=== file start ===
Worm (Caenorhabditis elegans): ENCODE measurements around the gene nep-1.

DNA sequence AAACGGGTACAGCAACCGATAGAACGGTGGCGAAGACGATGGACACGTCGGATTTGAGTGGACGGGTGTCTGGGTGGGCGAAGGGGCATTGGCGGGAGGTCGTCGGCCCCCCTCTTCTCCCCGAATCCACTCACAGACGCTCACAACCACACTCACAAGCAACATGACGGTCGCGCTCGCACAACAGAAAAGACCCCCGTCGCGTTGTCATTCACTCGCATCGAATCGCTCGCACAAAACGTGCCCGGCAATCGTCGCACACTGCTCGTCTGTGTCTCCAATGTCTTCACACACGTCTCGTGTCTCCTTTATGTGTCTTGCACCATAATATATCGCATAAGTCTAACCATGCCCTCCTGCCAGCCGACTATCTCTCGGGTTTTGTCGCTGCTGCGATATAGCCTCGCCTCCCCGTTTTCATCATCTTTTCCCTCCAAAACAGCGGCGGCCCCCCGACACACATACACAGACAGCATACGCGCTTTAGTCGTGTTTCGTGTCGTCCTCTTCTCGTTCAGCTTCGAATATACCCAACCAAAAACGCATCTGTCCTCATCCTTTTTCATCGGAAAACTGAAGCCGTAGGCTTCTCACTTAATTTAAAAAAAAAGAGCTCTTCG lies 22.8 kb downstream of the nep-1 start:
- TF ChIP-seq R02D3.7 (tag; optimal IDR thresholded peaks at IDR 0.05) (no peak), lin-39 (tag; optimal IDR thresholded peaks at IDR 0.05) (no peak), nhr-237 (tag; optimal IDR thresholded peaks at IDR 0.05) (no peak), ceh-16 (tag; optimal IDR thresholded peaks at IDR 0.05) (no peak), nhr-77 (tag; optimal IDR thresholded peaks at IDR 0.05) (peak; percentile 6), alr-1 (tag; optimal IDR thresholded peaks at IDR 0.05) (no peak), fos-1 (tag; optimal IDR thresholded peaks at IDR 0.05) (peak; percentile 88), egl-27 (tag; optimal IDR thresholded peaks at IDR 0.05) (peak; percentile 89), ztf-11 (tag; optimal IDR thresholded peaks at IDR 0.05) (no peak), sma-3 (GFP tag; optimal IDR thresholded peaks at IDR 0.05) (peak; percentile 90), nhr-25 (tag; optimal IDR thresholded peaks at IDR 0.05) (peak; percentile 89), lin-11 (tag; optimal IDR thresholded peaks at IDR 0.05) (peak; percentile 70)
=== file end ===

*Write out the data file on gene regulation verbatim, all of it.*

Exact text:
Worm (Caenorhabditis elegans): ENCODE measurements around the gene nep-1.

DNA sequence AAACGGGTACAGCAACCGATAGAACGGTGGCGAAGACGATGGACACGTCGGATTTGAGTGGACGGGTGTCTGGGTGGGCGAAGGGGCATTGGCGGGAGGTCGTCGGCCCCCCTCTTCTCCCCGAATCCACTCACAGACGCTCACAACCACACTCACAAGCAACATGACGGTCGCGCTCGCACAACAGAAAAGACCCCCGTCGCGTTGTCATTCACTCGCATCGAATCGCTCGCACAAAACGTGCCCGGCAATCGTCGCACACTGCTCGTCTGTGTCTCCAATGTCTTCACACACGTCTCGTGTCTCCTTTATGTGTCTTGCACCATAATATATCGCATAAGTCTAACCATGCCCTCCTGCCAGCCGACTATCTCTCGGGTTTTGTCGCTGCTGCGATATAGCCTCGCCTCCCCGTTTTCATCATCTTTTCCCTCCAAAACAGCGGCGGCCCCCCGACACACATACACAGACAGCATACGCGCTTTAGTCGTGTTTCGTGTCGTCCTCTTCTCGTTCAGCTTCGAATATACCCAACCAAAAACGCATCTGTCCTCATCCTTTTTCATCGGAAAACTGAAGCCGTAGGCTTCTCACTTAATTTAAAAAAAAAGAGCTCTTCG lies 22.8 kb downstream of the nep-1 start:
- TF ChIP-seq R02D3.7 (tag; optimal IDR thresholded peaks at IDR 0.05) (no peak), lin-39 (tag; optimal IDR thresholded peaks at IDR 0.05) (no peak), nhr-237 (tag; optimal IDR thresholded peaks at IDR 0.05) (no peak), ceh-16 (tag; optimal IDR thresholded peaks at IDR 0.05) (no peak), nhr-77 (tag; optimal IDR thresholded peaks at IDR 0.05) (peak; percentile 6), alr-1 (tag; optimal IDR thresholded peaks at IDR 0.05) (no peak), fos-1 (tag; optimal IDR thresholded peaks at IDR 0.05) (peak; percentile 88), egl-27 (tag; optimal IDR thresholded peaks at IDR 0.05) (peak; percentile 89), ztf-11 (tag; optimal IDR thresholded peaks at IDR 0.05) (no peak), sma-3 (GFP tag; optimal IDR thresholded peaks at IDR 0.05) (peak; percentile 90), nhr-25 (tag; optimal IDR thresholded peaks at IDR 0.05) (peak; percentile 89), lin-11 (tag; optimal IDR thresholded peaks at IDR 0.05) (peak; percentile 70)